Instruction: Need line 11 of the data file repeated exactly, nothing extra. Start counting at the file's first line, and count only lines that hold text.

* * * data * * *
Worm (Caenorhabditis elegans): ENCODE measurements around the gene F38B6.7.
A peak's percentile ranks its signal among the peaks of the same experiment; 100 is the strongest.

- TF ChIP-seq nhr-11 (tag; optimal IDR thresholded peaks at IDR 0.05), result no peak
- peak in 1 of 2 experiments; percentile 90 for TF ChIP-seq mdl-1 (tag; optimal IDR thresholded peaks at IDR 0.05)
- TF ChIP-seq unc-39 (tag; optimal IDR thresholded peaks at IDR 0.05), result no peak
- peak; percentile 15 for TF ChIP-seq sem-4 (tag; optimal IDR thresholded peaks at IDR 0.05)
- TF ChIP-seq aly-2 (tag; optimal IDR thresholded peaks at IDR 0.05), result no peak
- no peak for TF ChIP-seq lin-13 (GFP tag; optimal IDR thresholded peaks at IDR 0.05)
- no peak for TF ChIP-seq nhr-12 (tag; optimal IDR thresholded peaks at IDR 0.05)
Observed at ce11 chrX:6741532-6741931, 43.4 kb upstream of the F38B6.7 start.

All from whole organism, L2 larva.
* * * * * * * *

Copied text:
All from whole organism, L2 larva.